If you’re wondering how the animation and fight choreography is, it’s pretty decent. Nothing too outstanding, but it gets the job done in a semi-inspired way. As I said, Mizukami spent years doing the storyboards for this series, so it would have been tragic if it looked like ass. I can’t say I’m the biggest fan of the actual character designs, as I doubt anyone is going to cosplay Ginko anytime soon. But the robots themselves have pop, and given how much robot action this series contains within its twelve-episode run, that’s a pretty important quality to have.
So yeah, you’ve got decent animation and a decent idea for a story. The pacing is also pretty nice as well with how it manages to fit in around four climaxes within the span of twelve episodes whilst building up to each one pretty well. As many people have pointed out, each build-up and climax could function as its own series, or at least one-half of a series, so the fact that Planet With could pull off double the effort with half the usual time is impressive. It’s all pretty impressive on a theoretical/technical level. All you need is for the characters to be engaging so you can hook me on an emotional level as well, and you’ve got yourself a great series.
…why are you staring at me like that, Sensei?
…why are you staring at me to begin with Kagami? You haven’t been relevant in years!
Yes, sadly the characters have that issue a lot of “subversive anime” have in that the cast solely existing mostly as standard anime cliches so that the show can tear them down, which makes it hard to relate to them emotionally. As someone who’s big into Danganronpa, a series whose entire cast is made up of anime parodies, there’s a certain art to doing subversive characters, namely how you have to inject the stereotype they’re meant to represent/subvert with a dose of personality. And Soya just doesn’t have much to him other than being a Simon from Gurren Lagann clone who’s initially morally ambiguous, but otherwise just has the same tragic growth that ultimately makes him into a better person complete with his own spoiler-ific event that happens near the end that that character did. Which might be fine if you really liked Simon from that show, but I was never into the characters of Gurren Lagann besides when anime fans cosplayed them. Kill la Kill all the way for me.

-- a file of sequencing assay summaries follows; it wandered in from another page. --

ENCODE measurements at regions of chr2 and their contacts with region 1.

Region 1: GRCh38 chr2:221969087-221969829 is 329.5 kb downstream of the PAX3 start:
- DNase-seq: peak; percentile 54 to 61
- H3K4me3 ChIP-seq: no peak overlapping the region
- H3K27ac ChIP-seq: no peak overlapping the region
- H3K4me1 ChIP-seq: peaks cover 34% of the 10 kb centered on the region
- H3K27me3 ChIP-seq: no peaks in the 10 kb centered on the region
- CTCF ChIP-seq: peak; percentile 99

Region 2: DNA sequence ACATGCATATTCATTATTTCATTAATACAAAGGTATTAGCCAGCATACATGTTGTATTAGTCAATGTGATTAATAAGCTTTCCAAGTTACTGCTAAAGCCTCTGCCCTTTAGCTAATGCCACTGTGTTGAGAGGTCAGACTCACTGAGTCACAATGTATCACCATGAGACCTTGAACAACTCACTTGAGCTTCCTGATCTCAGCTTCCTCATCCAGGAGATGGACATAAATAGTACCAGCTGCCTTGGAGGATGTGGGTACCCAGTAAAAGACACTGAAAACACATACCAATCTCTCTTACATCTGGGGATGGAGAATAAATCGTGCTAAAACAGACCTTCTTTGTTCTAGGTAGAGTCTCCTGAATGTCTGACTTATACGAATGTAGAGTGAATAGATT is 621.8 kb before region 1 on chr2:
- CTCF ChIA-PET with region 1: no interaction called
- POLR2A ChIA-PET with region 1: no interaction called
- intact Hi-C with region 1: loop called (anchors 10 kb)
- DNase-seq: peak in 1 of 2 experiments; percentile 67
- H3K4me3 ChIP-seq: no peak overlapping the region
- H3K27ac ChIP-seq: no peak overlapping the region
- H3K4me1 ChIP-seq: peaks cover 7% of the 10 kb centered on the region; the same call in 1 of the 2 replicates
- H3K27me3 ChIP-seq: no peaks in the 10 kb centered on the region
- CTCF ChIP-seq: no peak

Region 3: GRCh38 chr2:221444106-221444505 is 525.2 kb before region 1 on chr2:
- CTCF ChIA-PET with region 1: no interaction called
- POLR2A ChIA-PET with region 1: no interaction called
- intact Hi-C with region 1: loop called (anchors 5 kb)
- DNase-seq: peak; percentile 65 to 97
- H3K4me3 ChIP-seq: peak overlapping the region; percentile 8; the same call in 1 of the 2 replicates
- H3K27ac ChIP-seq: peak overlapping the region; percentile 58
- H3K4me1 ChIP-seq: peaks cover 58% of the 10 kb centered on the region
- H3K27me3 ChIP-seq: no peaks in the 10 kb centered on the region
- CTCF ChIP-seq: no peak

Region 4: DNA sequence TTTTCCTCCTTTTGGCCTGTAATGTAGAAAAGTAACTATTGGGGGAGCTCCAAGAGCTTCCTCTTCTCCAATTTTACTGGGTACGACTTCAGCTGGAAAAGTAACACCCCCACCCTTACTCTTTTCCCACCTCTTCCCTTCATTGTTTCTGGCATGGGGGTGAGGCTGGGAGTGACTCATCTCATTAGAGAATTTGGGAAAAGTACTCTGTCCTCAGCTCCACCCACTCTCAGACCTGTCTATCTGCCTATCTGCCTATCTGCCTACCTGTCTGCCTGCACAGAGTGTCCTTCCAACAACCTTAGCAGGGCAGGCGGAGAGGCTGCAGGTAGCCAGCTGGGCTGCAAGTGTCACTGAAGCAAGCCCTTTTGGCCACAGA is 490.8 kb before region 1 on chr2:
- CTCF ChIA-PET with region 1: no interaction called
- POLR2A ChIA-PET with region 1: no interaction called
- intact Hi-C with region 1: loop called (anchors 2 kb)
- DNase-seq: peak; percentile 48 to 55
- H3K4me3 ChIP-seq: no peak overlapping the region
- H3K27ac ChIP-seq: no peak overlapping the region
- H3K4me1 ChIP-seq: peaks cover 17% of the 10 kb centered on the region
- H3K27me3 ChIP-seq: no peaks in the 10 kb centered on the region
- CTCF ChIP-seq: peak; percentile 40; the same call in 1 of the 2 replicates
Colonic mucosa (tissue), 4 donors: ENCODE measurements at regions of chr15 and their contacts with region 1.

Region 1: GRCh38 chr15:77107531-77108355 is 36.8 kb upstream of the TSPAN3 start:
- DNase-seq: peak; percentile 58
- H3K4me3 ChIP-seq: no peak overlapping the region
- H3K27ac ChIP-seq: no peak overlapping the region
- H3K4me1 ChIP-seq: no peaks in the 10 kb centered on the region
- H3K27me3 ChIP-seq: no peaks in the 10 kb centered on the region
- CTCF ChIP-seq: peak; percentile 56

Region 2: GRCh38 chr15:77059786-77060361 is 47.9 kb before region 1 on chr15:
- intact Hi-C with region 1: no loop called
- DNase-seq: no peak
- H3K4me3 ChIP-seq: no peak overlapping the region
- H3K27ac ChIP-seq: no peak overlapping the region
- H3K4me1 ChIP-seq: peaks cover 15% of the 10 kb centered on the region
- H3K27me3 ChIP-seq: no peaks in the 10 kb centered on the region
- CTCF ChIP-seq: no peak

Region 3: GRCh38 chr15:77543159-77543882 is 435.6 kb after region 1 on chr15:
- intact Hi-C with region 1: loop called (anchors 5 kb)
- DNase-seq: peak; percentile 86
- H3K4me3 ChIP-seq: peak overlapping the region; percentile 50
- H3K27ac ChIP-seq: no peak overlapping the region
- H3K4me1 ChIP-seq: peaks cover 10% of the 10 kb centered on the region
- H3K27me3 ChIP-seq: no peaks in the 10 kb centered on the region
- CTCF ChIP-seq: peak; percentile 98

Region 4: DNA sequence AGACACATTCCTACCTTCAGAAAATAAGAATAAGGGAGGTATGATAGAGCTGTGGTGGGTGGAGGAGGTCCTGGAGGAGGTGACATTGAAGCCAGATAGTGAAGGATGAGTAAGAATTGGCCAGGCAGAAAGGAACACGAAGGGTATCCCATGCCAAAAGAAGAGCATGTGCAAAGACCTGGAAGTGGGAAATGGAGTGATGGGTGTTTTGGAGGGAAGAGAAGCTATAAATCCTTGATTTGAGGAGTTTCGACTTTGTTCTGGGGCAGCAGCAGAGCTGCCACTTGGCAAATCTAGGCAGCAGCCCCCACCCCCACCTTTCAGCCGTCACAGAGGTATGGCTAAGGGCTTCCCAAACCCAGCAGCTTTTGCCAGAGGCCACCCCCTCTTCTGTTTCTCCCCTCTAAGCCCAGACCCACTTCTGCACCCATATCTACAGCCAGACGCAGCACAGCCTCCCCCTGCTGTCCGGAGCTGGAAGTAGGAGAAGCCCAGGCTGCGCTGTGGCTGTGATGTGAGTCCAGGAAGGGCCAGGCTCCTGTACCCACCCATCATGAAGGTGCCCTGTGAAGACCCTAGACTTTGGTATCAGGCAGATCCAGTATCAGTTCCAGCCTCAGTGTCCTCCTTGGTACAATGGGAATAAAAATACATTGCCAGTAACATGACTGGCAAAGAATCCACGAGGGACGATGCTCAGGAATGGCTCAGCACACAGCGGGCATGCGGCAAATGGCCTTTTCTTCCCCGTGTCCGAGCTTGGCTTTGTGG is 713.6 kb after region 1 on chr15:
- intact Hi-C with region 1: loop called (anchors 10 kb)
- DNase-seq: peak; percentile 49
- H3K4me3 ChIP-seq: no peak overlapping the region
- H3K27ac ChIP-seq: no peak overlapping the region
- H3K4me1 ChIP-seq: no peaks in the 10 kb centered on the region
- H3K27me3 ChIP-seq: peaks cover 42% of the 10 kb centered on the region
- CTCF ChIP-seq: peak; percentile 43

The other characters aren’t really much better. Only Ginko has a real story attached to her, but it doesn’t affect the overall plot much. Everyone else gets 1-2 episodes dedicated to them and just stop being interesting after their limelight ends. The absolute nadir of this for me was the student council president and glasses-wearing love interest, Nozomi, who is featured heavily in the promotional material and yet acts as little more than Soya’s cheerleader even when it’s discovered she has secrets of her own. I guess Sensei and the Dog God have some interesting backstory as well, but given how they’re omnipotent beings within the story, they can’t act as its’ pathos very well.
I’ve seen people who say that the cult fanbase who worships this series are overhyping a lot of vague nonsense, and honestly I’d fight against the plot being vague any day of the week because it’s pretty simple to decipher if you’ve ever watched a robot show before. But they’re having a hard time relating to the series’ emotional moments as well, and honestly I don’t blame them. It’s pretty much the same problem a lot of people have with Earthbound despite its reputation as one of the greatest games ever made because Ness and his friends are blank slates. And a lot of these people prefer Mother 3 because of its more character-driven focus. If you want an anime comparison, there are fans like me who don’t really get into One-Punch Man due to it mostly being a visual spectacle with little characterization and low-impact jokes. However, we liked Mob Psycho 100, an adaptation from the same guy who wrote OPM, because of its more character-driven narrative.
Planet With didn’t have to be character-driven to fully appeal to me, but when the main goal of your story is to subvert expectations, it’s generally recommended to be character-driven because a lot of subversive writers can tend to forego emotional hooks in order to make sure the narrative is sound. Also don’t make your setting ridiculously contrived, but that’s not a criticism you can give to this show, so I won’t elaborate on it too much. After all, Rising Shield Hero will be here in a few more months and I’ve got to save material for that. I’m not saying that Planet With’s characters are boring in case somebody wants to throw an essay at me regarding why Soya is a great lead. I’m saying what Soya represents in terms of philosophy and personality isn’t as fleshed out or original to me as it is for other people.